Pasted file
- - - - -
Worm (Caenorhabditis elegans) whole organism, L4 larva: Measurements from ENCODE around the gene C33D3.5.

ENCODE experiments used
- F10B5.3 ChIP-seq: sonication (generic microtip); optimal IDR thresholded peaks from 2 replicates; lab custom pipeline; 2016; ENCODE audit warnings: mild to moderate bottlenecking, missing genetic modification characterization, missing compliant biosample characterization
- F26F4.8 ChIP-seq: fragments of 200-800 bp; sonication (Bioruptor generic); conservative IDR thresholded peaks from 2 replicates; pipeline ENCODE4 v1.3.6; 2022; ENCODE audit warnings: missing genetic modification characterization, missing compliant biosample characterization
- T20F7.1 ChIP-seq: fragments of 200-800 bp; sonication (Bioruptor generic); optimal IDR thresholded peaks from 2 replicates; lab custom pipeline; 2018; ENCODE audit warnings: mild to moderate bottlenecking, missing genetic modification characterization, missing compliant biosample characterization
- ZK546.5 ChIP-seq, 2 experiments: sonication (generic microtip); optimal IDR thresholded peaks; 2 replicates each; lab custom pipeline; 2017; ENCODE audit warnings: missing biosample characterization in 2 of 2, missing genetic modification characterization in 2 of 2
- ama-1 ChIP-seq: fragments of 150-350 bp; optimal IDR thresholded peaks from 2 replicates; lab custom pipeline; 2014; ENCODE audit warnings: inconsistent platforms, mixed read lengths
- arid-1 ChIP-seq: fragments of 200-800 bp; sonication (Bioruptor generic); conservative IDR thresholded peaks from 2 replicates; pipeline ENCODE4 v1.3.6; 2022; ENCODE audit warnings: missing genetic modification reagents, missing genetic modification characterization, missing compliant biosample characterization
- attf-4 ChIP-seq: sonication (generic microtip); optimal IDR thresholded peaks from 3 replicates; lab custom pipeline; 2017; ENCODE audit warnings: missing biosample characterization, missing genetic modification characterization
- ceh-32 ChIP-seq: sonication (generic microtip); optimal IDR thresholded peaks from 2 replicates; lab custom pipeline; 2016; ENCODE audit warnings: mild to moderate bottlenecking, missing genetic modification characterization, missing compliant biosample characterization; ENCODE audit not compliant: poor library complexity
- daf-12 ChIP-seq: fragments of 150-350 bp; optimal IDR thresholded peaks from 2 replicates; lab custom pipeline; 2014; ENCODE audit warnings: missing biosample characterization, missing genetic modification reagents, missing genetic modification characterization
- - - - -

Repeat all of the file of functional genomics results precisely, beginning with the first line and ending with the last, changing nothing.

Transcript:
Worm (Caenorhabditis elegans) whole organism, L4 larva: Measurements from ENCODE around the gene C33D3.5.

ENCODE experiments used
- F10B5.3 ChIP-seq: sonication (generic microtip); optimal IDR thresholded peaks from 2 replicates; lab custom pipeline; 2016; ENCODE audit warnings: mild to moderate bottlenecking, missing genetic modification characterization, missing compliant biosample characterization
- F26F4.8 ChIP-seq: fragments of 200-800 bp; sonication (Bioruptor generic); conservative IDR thresholded peaks from 2 replicates; pipeline ENCODE4 v1.3.6; 2022; ENCODE audit warnings: missing genetic modification characterization, missing compliant biosample characterization
- T20F7.1 ChIP-seq: fragments of 200-800 bp; sonication (Bioruptor generic); optimal IDR thresholded peaks from 2 replicates; lab custom pipeline; 2018; ENCODE audit warnings: mild to moderate bottlenecking, missing genetic modification characterization, missing compliant biosample characterization
- ZK546.5 ChIP-seq, 2 experiments: sonication (generic microtip); optimal IDR thresholded peaks; 2 replicates each; lab custom pipeline; 2017; ENCODE audit warnings: missing biosample characterization in 2 of 2, missing genetic modification characterization in 2 of 2
- ama-1 ChIP-seq: fragments of 150-350 bp; optimal IDR thresholded peaks from 2 replicates; lab custom pipeline; 2014; ENCODE audit warnings: inconsistent platforms, mixed read lengths
- arid-1 ChIP-seq: fragments of 200-800 bp; sonication (Bioruptor generic); conservative IDR thresholded peaks from 2 replicates; pipeline ENCODE4 v1.3.6; 2022; ENCODE audit warnings: missing genetic modification reagents, missing genetic modification characterization, missing compliant biosample characterization
- attf-4 ChIP-seq: sonication (generic microtip); optimal IDR thresholded peaks from 3 replicates; lab custom pipeline; 2017; ENCODE audit warnings: missing biosample characterization, missing genetic modification characterization
- ceh-32 ChIP-seq: sonication (generic microtip); optimal IDR thresholded peaks from 2 replicates; lab custom pipeline; 2016; ENCODE audit warnings: mild to moderate bottlenecking, missing genetic modification characterization, missing compliant biosample characterization; ENCODE audit not compliant: poor library complexity
- daf-12 ChIP-seq: fragments of 150-350 bp; optimal IDR thresholded peaks from 2 replicates; lab custom pipeline; 2014; ENCODE audit warnings: missing biosample characterization, missing genetic modification reagents, missing genetic modification characterization